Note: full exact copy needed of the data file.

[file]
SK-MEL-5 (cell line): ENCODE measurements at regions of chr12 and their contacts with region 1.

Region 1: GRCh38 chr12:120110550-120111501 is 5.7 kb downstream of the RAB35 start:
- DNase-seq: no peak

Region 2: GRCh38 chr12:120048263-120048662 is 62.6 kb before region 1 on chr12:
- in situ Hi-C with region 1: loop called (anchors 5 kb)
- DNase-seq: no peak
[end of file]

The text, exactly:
SK-MEL-5 (cell line): ENCODE measurements at regions of chr12 and their contacts with region 1.

Region 1: GRCh38 chr12:120110550-120111501 is 5.7 kb downstream of the RAB35 start:
- DNase-seq: no peak

Region 2: GRCh38 chr12:120048263-120048662 is 62.6 kb before region 1 on chr12:
- in situ Hi-C with region 1: loop called (anchors 5 kb)
- DNase-seq: no peak